I just looked at your site for the first time in a while and very
much enjoyed it, even though we have different perspectives upon epistemology
and apologetics. Have you ever read anything by Cornelius Van Til or John
Frame? Have you had any exposure to presuppositionalism? Just curious.
yes...I have read some of VanTil's works (Defense of the Faith,
Apologetics), everything by Frame I can get my hands on (Knowledge of
God, apologetics, even unpublished class syllabi from the late '70s), some
of Poythress' works, early Dooye* various others...
many of your links, I assume that you're coming from the classical position.
well, the form of the 'presentation' approximates 'approaches', but my
own personal apologetic theory is a bit weird...I don't believe either
classix/presups are broad enough theories to account for the vast
majority of 'apologetic-looking' behavior...Both systems seems to put
apologetic type arguments into a kerygmatic genre, and then they argue
over 'preaching styles'--the Demanding God versus the Beseeching God
I think, rather, that a 'good works' model is a better way of
understanding MOST (i.e. popular and statistical majority) apologetic
discussions...events in which love is communicated by the gentleness of
the answer, the 'relative dignity' communicated, the 'one beggar telling
another beggar where to find bread' motif...under this interpretive
rubric, apologetic systems become simply 'words fit to the situation'...
so, where there are obvious presup issues, I focus on those...where there
is enough of the common-grace-based 'common ground' (even recognized by
van Til in the area of language and concept overlap), I can focus on
historical detail--CLOSER TO THE KERYGMA of CHRIST...
I am ALWAYS trying to get back to the Kerygma from the 'good works' (Col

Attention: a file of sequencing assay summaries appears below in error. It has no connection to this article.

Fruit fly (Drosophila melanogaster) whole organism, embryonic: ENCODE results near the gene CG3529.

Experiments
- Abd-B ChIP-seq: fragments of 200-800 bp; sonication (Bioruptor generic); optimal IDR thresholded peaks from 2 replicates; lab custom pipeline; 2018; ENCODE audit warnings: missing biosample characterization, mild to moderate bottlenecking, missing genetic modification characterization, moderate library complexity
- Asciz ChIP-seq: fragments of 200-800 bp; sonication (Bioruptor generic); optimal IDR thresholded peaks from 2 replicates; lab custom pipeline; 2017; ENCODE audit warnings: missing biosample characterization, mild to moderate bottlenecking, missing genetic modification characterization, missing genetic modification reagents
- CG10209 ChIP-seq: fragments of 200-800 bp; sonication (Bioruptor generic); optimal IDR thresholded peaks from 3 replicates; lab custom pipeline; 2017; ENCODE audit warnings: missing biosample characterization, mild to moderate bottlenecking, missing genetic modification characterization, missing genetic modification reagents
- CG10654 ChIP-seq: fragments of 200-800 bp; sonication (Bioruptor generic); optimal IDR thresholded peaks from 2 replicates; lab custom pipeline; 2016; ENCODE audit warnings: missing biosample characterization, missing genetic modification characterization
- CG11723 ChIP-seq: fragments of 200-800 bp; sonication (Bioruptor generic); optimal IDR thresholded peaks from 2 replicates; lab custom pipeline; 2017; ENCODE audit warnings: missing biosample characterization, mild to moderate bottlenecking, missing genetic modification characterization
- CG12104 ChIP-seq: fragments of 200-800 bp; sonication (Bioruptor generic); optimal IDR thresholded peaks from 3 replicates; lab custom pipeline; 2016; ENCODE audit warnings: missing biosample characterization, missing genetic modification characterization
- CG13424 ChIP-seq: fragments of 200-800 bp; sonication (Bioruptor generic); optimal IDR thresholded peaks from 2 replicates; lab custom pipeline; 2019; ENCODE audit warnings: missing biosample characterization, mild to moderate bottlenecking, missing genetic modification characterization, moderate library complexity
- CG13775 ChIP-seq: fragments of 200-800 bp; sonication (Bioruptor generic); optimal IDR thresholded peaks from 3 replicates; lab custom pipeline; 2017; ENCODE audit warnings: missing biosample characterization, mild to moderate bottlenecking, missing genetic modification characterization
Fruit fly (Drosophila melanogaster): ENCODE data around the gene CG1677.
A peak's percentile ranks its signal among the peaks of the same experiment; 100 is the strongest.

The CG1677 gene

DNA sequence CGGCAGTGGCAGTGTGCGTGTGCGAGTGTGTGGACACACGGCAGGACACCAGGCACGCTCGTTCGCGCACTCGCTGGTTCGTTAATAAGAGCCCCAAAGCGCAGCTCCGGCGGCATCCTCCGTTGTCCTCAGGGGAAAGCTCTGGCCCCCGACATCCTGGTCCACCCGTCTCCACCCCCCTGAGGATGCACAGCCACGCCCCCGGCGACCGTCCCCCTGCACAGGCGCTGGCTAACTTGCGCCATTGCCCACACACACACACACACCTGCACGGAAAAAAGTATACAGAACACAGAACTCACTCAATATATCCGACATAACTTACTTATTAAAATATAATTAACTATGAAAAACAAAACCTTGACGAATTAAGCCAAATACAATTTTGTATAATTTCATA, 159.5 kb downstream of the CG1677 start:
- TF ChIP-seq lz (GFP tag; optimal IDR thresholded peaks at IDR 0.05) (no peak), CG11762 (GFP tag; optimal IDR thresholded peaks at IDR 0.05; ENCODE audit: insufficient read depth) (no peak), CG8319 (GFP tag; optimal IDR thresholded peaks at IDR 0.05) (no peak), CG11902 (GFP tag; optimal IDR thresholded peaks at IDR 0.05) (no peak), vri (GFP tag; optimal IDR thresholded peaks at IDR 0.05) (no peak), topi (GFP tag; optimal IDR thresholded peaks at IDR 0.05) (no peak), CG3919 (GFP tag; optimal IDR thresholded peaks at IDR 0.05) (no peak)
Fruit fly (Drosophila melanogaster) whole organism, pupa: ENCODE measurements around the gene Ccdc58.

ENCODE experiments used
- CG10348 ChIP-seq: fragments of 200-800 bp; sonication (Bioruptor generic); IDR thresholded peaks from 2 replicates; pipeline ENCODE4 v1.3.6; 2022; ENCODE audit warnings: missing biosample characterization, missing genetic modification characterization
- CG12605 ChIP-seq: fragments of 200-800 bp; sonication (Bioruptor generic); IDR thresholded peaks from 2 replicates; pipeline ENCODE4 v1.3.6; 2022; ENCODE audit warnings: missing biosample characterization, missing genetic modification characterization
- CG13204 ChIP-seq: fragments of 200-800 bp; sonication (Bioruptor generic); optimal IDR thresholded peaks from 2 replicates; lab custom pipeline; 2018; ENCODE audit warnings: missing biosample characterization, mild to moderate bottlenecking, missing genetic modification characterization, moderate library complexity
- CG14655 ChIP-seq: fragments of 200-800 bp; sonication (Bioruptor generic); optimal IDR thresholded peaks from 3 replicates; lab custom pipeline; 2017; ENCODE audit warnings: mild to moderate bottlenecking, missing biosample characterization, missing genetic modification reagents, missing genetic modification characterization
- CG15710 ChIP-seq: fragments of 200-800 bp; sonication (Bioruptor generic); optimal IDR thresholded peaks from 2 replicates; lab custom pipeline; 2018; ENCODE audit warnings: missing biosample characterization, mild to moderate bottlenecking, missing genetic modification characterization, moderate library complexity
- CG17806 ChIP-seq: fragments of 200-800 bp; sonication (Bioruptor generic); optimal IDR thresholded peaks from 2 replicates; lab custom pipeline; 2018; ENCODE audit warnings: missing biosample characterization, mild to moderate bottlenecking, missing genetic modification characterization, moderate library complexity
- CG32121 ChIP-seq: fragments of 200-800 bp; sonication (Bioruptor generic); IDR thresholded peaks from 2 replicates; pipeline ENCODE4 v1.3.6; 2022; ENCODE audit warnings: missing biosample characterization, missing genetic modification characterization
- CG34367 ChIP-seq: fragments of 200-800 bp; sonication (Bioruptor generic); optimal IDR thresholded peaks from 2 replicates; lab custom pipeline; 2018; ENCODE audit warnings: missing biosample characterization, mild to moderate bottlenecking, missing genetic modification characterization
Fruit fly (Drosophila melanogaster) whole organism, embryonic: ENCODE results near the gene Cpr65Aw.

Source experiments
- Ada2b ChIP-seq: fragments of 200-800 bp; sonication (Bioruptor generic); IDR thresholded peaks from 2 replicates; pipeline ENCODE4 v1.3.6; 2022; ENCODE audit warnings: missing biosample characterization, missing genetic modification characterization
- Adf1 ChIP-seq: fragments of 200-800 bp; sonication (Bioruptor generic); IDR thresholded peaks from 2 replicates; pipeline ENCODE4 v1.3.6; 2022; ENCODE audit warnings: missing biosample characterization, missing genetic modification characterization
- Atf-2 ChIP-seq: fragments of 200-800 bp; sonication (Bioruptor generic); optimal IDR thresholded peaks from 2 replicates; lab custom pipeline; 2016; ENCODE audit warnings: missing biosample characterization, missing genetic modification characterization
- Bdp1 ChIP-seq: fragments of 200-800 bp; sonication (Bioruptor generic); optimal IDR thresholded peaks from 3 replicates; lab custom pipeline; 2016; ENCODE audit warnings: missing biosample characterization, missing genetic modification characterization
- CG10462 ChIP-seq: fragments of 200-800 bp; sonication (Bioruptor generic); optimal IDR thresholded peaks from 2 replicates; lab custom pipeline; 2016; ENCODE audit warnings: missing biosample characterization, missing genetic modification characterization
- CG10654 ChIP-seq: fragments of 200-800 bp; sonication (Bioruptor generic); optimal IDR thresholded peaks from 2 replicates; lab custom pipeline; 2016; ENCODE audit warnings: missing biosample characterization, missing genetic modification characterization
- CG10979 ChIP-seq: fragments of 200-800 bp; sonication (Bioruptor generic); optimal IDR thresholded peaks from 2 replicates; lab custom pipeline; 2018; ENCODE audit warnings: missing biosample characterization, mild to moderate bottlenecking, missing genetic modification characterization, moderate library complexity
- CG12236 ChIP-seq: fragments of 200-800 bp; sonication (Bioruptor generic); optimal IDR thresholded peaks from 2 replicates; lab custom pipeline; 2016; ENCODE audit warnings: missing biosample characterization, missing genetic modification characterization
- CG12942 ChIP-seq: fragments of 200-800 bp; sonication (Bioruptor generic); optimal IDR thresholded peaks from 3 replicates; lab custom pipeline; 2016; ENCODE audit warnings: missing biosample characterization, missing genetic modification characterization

anyway, I have gone into too much detail here...suffice it to say, I AM
familiar with presuppers, but NOT entirely comfortable that I TRULY have
understood it...I have followed the Sproul/Frame discussions...and
studied 'comparative works' like Lewis' "Testing Christianity's Truth
Although, I noticed something you wrote about a linguistic character to the
universe. I also assume that you've read Kuhn and maybe even Feyerabend.
Perhaps presuppositional apologetics would be right up your alley.
I have lately abandoned (with much of the rest of the philosophy of
science community--see the afterword by Suppe in his "The Structure of
Scientific Theories") the radical theory-laden or sociology-of-science
read on in your personal story to see if you ever found an epistemology
that was unshakable, but if not, then check out Van Til's book "A Christian
Theory of Knowledge" or his book "A Survey of Christian Epistemology." The
former is still in print and can be obtained from Great Christian Books.
The Christian worldview has its own epistemology that can stand up to
My piece on the Linguistic Wall will indicate my view of 'persuasion' in
"empirical" contexts (it's all ostensive) and my piece on self-refuting
arguments is my on-going attempt to 'built up to' unassailable
statements about God...
honestly, I am NOT convinced of the transcendental argument...it just
seems too Anselmic to me so far...there is a very strong possibility that
I don't understand it, so I can't be sure yet...but I am STILL
Intuitively, it makes sense--I just cannot seem to make it 'tight' enough...
still working on it...
In the bonds of His blood, glenn